Clinical Study Results

The Vent-Os System achieved post-procedural patency in 95 percent of the sinus ostia treated in a multi-center study and submitted as part of the Company’s FDA application; five percent of the treated ostia could not be visualized. In the study, the Vent-Os device was inserted into the maxillary sinus opening at the beginning of the procedure and removed after 60 minutes. No adverse events occurred during insertion or removal of the device. Three-month follow-up was completed in 33 patients (55 ostia), with 93 percent of the treated ostia remaining patent and seven percent that could not be visualized. No ostia were reported to be occluded. At 6 months, 30 patients were available for follow-up and 45/49 (92%) of treated ostia were visibly patent with 4/49 (8%) “indeterminate”; no maxillary ostia were clinically non-functional. At 12 months, 27 patients with 45 treated ostia were available for evaluation, with 93 percent of ostia (42) visibly patent and seven percent (3) unable to be visualized. All ostia were clinically functional1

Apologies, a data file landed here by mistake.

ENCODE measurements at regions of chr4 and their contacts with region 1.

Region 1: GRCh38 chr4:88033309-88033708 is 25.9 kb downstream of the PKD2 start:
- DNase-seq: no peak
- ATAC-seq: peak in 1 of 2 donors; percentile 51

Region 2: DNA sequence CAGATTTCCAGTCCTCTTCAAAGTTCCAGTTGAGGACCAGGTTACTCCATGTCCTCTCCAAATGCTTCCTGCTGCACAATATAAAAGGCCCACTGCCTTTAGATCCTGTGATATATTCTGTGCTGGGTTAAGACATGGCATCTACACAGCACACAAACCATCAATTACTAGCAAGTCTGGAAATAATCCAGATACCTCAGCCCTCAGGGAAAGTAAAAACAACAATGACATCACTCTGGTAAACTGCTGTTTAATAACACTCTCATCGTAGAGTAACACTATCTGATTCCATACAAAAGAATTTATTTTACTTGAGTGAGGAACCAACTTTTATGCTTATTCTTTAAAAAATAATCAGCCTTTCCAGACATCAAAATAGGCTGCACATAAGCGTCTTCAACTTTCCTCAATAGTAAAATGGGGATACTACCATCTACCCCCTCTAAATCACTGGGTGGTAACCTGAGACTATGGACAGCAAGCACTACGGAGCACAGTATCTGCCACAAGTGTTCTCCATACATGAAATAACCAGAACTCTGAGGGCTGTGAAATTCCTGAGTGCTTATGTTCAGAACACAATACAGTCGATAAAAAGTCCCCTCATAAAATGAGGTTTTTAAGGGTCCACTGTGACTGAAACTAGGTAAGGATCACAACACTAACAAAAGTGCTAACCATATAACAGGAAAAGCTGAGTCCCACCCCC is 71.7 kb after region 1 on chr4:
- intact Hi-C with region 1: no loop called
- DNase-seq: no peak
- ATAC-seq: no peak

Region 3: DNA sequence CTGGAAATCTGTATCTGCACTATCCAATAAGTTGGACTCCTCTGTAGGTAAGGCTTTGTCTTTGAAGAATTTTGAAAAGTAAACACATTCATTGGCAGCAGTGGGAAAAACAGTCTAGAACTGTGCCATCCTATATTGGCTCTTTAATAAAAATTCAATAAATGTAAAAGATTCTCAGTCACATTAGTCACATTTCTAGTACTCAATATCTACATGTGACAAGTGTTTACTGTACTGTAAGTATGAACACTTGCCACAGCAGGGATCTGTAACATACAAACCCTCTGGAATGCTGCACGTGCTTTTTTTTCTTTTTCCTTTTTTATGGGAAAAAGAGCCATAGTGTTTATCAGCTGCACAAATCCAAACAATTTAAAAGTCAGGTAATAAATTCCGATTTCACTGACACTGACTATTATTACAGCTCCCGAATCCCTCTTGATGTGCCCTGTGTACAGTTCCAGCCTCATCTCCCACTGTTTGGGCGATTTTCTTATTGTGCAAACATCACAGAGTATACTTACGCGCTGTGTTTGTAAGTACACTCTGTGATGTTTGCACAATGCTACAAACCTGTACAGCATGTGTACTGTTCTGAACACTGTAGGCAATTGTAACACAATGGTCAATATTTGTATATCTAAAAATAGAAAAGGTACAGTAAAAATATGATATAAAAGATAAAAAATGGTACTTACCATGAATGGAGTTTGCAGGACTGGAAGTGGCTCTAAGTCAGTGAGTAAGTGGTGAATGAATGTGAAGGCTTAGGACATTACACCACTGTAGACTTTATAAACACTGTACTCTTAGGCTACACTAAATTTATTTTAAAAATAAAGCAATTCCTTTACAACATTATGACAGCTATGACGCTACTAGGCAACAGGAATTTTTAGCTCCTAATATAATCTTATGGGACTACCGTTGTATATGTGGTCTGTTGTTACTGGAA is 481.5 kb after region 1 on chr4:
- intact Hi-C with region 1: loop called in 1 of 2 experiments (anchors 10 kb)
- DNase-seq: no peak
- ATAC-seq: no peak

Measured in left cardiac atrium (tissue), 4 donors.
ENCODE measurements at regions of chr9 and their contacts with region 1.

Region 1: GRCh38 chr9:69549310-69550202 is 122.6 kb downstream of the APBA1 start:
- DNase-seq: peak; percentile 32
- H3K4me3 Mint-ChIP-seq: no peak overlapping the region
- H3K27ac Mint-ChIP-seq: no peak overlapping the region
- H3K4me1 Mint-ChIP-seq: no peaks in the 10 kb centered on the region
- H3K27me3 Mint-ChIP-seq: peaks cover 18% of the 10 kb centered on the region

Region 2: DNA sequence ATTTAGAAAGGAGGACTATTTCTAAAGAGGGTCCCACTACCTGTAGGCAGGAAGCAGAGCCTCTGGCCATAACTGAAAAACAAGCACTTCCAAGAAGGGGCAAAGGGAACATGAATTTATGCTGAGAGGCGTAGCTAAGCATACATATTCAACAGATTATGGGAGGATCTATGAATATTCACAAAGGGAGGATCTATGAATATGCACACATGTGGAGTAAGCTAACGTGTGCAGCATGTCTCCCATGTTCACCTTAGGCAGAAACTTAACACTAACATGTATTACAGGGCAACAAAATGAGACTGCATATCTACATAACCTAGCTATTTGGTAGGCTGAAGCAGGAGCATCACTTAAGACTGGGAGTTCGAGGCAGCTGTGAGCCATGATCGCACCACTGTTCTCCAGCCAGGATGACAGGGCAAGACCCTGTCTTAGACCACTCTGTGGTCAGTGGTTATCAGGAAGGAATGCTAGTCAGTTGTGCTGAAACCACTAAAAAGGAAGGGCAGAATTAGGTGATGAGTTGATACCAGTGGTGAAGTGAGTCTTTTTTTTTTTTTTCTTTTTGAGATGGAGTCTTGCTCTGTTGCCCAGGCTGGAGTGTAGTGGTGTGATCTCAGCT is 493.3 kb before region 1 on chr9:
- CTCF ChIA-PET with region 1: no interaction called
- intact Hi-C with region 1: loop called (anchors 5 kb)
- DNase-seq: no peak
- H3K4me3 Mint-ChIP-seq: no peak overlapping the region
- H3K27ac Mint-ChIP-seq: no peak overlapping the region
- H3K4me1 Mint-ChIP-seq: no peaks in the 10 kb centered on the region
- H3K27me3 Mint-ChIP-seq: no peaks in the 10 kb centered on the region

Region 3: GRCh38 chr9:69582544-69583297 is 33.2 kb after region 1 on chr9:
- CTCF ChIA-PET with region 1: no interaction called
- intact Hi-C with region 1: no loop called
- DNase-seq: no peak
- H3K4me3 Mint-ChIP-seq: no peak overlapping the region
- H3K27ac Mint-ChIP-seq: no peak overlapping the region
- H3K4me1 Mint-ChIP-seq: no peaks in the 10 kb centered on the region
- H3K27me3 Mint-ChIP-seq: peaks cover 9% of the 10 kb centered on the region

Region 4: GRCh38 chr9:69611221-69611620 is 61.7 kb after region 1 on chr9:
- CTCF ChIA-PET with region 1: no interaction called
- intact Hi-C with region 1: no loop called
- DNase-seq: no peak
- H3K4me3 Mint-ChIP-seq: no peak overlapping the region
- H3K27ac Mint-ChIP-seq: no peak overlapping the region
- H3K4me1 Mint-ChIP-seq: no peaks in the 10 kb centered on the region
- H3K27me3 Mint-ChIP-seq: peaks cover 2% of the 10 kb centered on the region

Fifteen percent of patients in the study were treated in an office setting after pre-procedural injection of anesthesia; no additional anesthesia or medication was required for these patients for the duration of the procedure. This is in contrast to balloon dilation devices, which often require administration of anxiolytics, analgesics and/or additional local injections of anesthetics during the procedure to increase patient tolerability. The remaining patients were treated in the operating room adjunctive to functional endoscopic sinus surgery (FESS).

The Vent-Os® Sinus Dilation System is an instrument intended to provide a means to access the sinus space and to dilate the maxillary sinus ostia and associated spaces in adults for diagnostic and therapeutic procedures.




(1) Amin R Javer, Peter Catalano, James Gordon and Hesham Saleh. Long term outcome analysis of low pressure osmotic dilation of the maxillary ostia: 12 months follow up. 2014 Annual Meeting of the American Rhinologic Society (abstract #781).